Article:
A U.S. Army engineer accused 10 years ago of spying for Israel was unjustly targeted because of his religion, a review found.
A final report released by the Inspector General of the U.S. Department of Defense backs David Tenenbaum’s claim that he was targeted for investigation because of his faith and ethnic background.
Tenenbaum was given a polygraph test in 1997 during which he said anti-Jewish epithets were shouted at him. The next day, he says, he found his computer gone and his name erased from the e-mail system at the Tank Automotive and Armaments Command, the military facility in Warren, Michigan where he worked. After a year-long FBI criminal investigation, the U.S. Justice Department determined that there was no basis to prosecute Tenenbaum
In March, 2006, Sen. Carl Levin (D.-Mich.), ranking member of the Senate Armed Services Committee, asked the inspector general conduct an independent review of the case.
The report says Tenenbaum was “the subject of inappropriate treatment by Department of the Army and Defense Investigative officials” by their use of a personnel security investigation “as a ruse for a counterintelligence investigation,” and that “Mr. Tenenbaum’s religion was a factor in the decision that resulted in the inappropriate continuation” of the investigation. “We believe that Mr. Tenenbaum was subjected to unusual and unwelcome scrutiny because of his faith and ethnic background, a practice that would undoubtedly fit a definition of discrimination,” the report says.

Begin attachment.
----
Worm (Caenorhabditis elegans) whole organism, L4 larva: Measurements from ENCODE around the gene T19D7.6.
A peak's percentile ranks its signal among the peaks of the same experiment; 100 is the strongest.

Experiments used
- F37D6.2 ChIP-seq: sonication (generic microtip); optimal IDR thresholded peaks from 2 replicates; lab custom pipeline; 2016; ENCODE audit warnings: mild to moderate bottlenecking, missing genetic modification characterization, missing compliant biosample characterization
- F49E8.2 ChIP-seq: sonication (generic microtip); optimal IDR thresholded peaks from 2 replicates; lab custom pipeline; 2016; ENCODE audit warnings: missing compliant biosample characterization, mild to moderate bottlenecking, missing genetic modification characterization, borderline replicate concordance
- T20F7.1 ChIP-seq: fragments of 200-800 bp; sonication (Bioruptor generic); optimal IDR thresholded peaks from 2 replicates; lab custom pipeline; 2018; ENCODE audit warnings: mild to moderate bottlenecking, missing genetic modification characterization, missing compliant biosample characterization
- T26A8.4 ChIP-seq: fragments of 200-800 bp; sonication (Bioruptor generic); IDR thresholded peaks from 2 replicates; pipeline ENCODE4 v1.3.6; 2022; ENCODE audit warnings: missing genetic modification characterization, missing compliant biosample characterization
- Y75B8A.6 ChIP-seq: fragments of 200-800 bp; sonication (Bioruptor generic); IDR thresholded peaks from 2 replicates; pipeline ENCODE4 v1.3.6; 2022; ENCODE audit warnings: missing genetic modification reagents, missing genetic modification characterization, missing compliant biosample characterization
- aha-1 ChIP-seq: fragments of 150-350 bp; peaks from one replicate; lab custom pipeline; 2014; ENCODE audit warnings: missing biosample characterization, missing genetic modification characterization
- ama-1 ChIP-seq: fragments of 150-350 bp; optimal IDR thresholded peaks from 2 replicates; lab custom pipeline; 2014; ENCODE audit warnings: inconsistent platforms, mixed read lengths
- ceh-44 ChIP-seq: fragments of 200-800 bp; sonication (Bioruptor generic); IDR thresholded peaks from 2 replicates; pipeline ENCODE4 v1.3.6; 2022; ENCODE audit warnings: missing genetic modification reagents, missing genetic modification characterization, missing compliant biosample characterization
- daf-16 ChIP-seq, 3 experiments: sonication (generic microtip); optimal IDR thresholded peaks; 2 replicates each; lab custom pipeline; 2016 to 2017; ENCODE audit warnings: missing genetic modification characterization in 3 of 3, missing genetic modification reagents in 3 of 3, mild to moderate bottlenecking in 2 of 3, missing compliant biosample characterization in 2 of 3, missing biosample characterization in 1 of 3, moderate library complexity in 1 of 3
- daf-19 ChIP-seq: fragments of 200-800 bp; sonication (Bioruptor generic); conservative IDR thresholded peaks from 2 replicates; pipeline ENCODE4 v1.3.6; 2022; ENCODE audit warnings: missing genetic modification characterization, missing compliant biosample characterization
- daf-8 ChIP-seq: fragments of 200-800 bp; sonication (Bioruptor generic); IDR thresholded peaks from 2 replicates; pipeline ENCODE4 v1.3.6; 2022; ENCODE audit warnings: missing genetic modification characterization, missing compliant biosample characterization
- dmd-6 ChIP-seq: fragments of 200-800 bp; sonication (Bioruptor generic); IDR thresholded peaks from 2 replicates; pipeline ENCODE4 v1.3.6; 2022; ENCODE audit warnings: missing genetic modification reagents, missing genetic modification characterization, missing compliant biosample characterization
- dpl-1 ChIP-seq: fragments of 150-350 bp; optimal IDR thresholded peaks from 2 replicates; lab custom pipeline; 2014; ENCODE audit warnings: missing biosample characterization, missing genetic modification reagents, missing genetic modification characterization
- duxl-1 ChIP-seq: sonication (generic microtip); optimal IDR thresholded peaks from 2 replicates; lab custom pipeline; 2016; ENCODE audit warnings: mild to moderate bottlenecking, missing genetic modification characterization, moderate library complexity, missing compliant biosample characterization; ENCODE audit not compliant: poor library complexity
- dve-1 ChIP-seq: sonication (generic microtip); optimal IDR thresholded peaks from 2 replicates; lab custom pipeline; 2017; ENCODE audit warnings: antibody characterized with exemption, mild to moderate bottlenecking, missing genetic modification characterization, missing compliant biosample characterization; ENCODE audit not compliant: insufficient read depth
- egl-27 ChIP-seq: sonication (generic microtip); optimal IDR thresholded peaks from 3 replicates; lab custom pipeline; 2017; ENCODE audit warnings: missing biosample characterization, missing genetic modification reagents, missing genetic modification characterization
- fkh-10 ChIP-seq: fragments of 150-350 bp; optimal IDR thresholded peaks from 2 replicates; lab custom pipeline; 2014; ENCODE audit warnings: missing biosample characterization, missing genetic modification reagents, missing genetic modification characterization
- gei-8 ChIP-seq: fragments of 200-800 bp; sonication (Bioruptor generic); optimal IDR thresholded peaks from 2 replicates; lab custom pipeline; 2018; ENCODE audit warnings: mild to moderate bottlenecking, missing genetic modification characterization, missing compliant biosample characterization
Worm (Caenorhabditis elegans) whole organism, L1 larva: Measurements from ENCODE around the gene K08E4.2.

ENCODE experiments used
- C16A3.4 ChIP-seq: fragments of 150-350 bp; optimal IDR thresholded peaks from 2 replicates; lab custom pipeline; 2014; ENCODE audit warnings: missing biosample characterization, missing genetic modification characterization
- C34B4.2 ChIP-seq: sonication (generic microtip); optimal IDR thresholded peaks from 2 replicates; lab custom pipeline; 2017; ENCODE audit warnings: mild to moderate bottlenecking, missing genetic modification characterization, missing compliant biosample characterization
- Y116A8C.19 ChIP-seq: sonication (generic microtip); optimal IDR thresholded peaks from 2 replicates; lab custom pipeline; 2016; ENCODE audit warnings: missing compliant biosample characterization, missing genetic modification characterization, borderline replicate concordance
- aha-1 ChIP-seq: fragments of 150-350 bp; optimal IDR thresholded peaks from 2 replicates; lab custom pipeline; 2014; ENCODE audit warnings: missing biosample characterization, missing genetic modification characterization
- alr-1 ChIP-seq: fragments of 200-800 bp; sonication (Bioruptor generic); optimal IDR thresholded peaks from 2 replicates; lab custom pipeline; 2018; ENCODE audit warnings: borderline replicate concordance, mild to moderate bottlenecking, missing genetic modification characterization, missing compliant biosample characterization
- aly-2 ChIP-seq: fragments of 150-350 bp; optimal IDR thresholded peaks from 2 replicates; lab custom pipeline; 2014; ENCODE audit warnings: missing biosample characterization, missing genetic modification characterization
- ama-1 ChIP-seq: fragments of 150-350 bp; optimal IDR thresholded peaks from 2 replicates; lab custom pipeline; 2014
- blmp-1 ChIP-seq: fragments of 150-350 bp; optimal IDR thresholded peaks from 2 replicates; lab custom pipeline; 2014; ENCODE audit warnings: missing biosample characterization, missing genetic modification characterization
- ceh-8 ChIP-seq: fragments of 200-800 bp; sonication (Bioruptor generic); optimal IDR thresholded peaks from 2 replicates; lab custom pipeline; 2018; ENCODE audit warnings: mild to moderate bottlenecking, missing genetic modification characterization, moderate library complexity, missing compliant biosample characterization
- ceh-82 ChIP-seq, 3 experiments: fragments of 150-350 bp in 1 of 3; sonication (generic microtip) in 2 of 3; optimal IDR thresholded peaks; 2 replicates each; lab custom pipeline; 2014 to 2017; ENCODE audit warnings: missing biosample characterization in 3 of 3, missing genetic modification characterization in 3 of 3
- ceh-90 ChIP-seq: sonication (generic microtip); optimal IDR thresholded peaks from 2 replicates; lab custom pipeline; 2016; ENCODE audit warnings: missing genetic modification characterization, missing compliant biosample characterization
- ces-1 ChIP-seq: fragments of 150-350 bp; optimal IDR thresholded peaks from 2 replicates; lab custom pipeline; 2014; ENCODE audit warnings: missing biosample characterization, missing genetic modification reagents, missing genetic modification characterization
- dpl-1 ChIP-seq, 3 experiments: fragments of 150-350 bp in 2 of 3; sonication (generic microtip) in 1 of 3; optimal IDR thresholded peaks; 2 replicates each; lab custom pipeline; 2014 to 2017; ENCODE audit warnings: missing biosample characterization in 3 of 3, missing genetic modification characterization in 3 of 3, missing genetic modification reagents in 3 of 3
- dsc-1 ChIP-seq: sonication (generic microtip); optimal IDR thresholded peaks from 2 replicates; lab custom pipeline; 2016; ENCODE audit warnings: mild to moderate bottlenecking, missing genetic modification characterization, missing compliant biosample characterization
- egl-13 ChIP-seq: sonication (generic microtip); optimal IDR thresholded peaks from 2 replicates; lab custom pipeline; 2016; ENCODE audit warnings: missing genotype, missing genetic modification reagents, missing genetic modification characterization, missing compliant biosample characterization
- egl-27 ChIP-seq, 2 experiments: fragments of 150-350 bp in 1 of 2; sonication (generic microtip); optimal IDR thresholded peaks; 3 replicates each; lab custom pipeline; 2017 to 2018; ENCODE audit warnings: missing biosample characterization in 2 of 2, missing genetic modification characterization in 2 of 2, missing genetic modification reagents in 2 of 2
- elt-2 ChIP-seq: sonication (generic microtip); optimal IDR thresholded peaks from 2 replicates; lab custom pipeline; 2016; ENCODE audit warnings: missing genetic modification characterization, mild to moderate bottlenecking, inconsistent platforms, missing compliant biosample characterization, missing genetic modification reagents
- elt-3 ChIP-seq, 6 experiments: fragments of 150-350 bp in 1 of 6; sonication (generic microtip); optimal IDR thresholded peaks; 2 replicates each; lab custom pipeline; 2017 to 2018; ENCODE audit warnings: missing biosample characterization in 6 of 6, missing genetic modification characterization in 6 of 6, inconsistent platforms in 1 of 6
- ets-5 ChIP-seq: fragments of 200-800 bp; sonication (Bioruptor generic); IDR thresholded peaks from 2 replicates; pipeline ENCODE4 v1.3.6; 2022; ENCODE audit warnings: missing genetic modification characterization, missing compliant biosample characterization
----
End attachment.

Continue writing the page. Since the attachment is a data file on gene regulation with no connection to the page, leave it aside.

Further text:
Rabbi David Zwiebel, who represented Agudath Israel of America in pressing the Defense Department on the case, said that the report represented “a happy if belated resolution to Mr. Tenenbaum’s ordeal.” And, he added, “it is, further, a historic disavowal by the Defense Department of the notion that religious Jews are somehow to be regarded, by virtue of their religion, as untrustworthy employees of the government.”